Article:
Weblog of Leland Rucker
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Five Points: Sonny Lawson Park


Scoreboard at Sonny Lawson Park. The vacant lot across the street is scheduled to be turned into high-end condos.

The offices where I work are in Denver’s Five Points district. Free Speech TV, where I have been happily employed the last year, the jazz radio station KUVO and TV station KBDI are located at 2900 Welton Street, just two blocks north of the conjunction of Welton Street, 26th Avenue, 27th Street and Washington Street, the five-way intersection that gives the area its name.

Architecturally and politically, Five Points is an important part of the history of Denver, one of its oldest neighborhoods and now again, as it has many times in the past, is in transition. I have been walking the maze of streets that give this area its unique feel (more about the maze some other time), both the commercial area in and around the Five Points intersection and the adjacent residential neighborhoods. and I have become both curious about and fascinated with the area.

I take the D-train light rail from 18th and California to the 29th and Welton stop, the last before Welton Street and the light-rail end at 30th and Downing St. Along the way, the train passes Sonny Lawson Park, at the intersection of Welton Street and Park Avenue West. It includes a lighted baseball field, and though I have never seen athletic contests there, I understand that during the summer, it is used every evening for everything from city softball leagues to sloshball. There is a shaded, landscaped area to the east (beyond the left field fence) with a basketball court and children’s play equipment that has been integrated with the Blair-Caldwell African American Research Library.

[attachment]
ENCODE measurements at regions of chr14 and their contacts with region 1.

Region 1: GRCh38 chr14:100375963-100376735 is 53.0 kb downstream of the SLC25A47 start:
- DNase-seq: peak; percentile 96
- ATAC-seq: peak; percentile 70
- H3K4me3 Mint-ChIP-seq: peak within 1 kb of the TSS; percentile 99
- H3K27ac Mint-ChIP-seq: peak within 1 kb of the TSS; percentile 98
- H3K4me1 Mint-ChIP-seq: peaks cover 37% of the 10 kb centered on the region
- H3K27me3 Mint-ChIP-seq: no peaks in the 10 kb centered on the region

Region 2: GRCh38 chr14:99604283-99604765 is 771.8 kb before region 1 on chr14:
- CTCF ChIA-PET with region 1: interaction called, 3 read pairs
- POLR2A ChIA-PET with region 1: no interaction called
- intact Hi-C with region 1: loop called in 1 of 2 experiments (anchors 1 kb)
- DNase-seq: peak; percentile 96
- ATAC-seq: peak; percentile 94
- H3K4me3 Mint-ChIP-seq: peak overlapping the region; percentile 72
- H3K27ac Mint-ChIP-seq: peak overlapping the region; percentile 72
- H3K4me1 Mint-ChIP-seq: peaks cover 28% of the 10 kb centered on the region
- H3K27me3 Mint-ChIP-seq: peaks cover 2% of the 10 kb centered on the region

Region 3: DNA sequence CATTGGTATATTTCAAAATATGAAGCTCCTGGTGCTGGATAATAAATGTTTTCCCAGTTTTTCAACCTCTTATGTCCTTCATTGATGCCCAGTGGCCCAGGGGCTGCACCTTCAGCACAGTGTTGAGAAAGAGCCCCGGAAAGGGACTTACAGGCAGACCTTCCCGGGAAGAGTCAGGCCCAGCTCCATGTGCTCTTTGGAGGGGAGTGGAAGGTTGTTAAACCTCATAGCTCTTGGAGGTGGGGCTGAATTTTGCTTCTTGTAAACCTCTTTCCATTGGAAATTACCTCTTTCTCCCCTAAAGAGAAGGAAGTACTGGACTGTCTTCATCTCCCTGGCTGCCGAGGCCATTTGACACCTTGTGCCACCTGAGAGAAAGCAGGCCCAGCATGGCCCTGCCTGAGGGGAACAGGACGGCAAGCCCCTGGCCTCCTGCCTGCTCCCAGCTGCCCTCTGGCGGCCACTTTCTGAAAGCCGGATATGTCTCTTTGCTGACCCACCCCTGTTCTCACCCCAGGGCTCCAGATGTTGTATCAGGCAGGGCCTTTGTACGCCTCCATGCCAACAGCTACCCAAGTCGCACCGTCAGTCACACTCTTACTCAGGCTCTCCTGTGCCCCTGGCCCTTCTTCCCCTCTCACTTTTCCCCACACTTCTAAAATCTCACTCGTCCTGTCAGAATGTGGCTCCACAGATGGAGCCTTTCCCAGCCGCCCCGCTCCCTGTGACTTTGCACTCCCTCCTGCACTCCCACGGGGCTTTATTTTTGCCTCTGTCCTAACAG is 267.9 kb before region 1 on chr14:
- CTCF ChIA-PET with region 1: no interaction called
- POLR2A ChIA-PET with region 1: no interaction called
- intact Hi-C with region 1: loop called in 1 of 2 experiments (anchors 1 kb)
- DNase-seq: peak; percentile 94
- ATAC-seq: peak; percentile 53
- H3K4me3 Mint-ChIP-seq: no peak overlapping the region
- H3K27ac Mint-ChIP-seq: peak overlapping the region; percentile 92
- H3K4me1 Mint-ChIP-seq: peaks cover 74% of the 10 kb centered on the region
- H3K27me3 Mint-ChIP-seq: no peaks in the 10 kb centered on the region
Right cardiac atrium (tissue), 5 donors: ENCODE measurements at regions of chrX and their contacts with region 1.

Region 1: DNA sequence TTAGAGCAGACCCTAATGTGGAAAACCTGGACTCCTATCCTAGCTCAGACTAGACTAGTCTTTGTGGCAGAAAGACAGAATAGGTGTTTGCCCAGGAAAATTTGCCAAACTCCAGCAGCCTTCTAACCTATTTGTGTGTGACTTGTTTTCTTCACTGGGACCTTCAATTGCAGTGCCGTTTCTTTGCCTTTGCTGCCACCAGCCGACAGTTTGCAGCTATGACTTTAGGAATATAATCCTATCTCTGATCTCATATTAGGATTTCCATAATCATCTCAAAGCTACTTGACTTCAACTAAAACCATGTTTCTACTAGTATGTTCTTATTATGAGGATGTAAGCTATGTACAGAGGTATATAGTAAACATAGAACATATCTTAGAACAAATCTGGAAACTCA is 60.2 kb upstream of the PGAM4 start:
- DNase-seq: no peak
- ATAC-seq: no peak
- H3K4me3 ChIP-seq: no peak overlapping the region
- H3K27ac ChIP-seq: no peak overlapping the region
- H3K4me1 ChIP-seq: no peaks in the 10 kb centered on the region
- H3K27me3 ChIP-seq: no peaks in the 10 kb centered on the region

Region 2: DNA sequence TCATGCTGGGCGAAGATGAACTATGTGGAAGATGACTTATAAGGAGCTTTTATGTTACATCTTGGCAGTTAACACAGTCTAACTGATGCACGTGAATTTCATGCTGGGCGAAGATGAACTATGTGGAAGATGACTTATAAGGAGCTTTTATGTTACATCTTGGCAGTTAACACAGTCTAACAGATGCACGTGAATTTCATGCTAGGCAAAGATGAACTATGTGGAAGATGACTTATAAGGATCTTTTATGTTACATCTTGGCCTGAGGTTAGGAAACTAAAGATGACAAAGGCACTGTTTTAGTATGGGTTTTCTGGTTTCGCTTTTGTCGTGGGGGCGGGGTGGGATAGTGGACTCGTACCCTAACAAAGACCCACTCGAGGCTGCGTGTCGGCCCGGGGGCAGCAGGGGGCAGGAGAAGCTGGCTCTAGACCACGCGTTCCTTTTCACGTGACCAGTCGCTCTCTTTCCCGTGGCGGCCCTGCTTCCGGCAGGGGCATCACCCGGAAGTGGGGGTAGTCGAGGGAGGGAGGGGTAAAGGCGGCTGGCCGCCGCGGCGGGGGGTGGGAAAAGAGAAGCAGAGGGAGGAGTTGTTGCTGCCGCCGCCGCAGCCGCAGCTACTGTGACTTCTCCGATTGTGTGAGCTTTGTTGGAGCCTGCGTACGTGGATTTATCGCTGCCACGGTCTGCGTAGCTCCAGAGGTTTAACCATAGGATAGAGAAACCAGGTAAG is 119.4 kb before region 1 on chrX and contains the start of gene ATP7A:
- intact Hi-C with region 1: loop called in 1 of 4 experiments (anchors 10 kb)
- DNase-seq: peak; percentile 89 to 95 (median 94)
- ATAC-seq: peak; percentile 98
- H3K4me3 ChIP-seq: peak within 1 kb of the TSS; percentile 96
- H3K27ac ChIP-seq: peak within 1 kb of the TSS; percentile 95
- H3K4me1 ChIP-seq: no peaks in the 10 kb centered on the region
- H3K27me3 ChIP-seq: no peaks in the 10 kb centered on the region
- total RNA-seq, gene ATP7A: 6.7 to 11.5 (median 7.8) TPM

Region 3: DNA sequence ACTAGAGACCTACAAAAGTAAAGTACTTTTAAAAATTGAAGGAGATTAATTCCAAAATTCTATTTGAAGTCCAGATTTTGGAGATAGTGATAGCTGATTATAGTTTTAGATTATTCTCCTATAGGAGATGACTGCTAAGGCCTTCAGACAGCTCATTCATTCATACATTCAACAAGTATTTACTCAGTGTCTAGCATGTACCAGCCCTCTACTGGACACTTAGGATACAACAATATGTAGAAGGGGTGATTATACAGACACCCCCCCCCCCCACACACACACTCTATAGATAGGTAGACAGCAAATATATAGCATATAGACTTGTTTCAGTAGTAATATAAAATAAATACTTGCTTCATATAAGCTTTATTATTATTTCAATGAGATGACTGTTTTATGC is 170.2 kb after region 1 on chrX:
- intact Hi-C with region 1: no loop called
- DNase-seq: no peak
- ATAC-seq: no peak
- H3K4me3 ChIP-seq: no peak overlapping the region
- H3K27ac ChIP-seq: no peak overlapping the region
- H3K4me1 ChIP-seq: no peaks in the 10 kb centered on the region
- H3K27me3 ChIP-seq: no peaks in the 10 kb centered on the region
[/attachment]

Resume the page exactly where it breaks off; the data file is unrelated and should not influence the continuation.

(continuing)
There is a certain serenity in its simplicity. No matter what time I pass, the park is always in use as a popular location for people to hang out and meet. Transients can be seen in the mornings spread out on cardboard and blankets along the outfield fence beneath the trees, but as the day goes on, families and kids move in and pickup games form on the basketball court. No matter the temperature, and it has been hot this summer in the late afternoons, it is always cooler beneath the trees.

I found that the park, named after Denver pharmacist and political activist Sonny Lawson, is a stop along the Beat Experience Tour, mostly because Jack Kerouac wrote about a night he spent at the park while exploring Neil Cassady’s childhood neighborhood.

The park is near downtown Denver at the western edge of the Park Hill residential district.

“Down at 23rd and Welton a softball game was going on under floodlights which also illuminated the gas tank,” Kerouac wrote. “A great eager crowd roared at every play. The strange young heroes of all kinds, white, colored, Mexican, pure Indian, were on the field, performing with heart-breaking seriousness …  Near me sat an old Negro who apparently watched the games every night. Next to him was an old white bum, then a Mexican family, then some girls, some boys — all humanity, the lot. Oh, the sadness of the lights that night!”

That was written almost a half century ago,  and although the gas tank is gone, it describes Sonny Lawson Park even today and opens up another piece of the history of this area. Neal Cassady, upon whom Kerouac based Dean Moriarity, the protagonist of On the Road, grew up in Curtis Park, attended school and church in the neighborhood and played baseball on this very field. White kids like Kerouac were drawn to the underground black jazz scene in the many clubs around Five Points, just a few blocks east of Sonny Lawson Park. More on that relationship as we find out more about this historic area.

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